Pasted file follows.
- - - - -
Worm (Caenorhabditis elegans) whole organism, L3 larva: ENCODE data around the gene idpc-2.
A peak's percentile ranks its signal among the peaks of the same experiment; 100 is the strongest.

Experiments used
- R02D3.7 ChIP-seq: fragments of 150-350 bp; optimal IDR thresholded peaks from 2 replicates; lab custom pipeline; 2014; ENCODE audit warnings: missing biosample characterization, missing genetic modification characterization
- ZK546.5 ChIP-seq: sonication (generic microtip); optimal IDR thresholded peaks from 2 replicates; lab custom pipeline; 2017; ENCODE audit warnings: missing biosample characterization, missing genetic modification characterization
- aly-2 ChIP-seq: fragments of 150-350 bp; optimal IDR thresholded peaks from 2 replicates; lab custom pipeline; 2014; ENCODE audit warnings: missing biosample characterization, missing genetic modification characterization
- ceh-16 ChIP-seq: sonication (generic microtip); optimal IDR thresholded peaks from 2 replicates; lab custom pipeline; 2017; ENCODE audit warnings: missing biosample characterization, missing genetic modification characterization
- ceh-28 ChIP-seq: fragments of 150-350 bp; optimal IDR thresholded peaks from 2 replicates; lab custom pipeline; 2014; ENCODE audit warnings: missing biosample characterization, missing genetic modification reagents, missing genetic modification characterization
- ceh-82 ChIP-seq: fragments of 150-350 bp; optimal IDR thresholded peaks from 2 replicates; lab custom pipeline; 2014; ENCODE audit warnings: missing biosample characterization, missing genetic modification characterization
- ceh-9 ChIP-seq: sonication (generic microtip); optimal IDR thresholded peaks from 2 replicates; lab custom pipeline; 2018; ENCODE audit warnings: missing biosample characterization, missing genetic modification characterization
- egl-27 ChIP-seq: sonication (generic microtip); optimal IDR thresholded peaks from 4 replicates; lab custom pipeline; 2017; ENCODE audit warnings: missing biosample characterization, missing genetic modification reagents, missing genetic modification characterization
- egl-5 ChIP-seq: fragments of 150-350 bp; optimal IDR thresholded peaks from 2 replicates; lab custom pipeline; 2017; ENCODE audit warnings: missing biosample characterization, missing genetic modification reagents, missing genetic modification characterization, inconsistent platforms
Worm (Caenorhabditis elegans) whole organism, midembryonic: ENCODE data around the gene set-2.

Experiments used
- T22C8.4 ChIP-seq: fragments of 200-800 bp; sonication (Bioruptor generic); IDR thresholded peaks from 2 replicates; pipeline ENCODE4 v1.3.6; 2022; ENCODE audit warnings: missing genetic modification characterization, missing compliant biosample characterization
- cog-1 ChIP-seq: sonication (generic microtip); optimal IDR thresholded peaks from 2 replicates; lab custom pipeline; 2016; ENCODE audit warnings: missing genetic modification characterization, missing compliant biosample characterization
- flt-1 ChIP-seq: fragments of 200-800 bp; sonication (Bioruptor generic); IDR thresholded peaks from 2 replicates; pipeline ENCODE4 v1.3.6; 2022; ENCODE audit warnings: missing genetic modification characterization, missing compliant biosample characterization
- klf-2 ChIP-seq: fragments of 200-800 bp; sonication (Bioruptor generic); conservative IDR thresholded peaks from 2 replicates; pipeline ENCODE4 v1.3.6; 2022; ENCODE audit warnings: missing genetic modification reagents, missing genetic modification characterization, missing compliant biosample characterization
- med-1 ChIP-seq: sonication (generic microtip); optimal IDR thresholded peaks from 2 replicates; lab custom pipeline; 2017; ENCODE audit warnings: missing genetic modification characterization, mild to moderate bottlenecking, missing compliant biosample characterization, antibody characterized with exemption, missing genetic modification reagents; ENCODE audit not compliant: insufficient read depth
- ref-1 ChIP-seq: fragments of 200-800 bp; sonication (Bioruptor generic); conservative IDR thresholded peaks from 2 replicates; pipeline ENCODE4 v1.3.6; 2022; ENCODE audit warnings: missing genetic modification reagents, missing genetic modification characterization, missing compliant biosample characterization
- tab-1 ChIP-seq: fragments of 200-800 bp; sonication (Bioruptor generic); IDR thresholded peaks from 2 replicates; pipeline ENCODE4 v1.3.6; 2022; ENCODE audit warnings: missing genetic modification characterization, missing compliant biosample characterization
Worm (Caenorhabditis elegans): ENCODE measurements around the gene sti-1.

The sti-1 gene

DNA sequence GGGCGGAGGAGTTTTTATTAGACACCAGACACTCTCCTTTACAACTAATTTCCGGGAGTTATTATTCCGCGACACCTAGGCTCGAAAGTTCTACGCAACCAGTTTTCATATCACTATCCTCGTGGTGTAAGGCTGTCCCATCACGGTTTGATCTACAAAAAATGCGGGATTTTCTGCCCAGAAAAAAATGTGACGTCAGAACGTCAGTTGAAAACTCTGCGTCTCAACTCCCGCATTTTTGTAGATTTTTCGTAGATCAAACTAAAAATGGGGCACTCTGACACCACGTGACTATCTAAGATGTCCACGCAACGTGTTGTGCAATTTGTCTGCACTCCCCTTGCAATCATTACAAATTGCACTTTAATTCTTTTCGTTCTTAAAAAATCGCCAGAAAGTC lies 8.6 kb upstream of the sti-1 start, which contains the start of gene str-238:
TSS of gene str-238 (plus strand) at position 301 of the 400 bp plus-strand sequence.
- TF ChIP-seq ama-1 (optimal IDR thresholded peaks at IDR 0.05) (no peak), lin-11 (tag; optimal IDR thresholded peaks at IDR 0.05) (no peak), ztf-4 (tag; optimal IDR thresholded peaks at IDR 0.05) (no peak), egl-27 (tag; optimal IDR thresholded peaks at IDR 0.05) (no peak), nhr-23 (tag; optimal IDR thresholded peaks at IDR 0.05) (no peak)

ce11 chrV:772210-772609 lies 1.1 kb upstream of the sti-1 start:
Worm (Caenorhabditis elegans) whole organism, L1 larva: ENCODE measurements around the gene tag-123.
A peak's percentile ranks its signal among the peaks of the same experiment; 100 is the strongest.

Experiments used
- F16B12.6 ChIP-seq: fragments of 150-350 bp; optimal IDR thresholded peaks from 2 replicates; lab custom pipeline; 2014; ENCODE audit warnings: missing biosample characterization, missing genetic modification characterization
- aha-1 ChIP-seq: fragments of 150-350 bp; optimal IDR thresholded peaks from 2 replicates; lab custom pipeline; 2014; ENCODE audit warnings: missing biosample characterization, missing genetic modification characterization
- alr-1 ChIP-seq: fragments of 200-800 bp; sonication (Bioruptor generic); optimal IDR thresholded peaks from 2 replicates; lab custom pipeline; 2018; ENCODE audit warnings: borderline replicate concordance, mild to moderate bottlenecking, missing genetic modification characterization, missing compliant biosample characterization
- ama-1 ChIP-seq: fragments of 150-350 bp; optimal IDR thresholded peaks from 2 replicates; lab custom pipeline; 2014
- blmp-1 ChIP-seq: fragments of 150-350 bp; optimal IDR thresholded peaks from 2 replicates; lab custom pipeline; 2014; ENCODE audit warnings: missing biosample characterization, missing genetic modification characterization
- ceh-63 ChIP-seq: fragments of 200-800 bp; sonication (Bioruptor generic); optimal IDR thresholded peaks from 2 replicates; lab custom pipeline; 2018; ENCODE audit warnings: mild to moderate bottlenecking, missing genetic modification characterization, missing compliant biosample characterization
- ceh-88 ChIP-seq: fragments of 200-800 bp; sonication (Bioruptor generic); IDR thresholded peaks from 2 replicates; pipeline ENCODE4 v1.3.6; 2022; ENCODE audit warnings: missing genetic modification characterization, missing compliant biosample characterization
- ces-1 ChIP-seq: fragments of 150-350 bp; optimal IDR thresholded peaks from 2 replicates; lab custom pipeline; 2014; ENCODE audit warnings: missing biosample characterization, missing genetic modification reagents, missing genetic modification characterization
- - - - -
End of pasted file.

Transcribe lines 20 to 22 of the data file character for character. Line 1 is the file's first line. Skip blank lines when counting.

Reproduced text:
- ref-1 ChIP-seq: fragments of 200-800 bp; sonication (Bioruptor generic); conservative IDR thresholded peaks from 2 replicates; pipeline ENCODE4 v1.3.6; 2022; ENCODE audit warnings: missing genetic modification reagents, missing genetic modification characterization, missing compliant biosample characterization
- tab-1 ChIP-seq: fragments of 200-800 bp; sonication (Bioruptor generic); IDR thresholded peaks from 2 replicates; pipeline ENCODE4 v1.3.6; 2022; ENCODE audit warnings: missing genetic modification characterization, missing compliant biosample characterization
Worm (Caenorhabditis elegans): ENCODE measurements around the gene sti-1.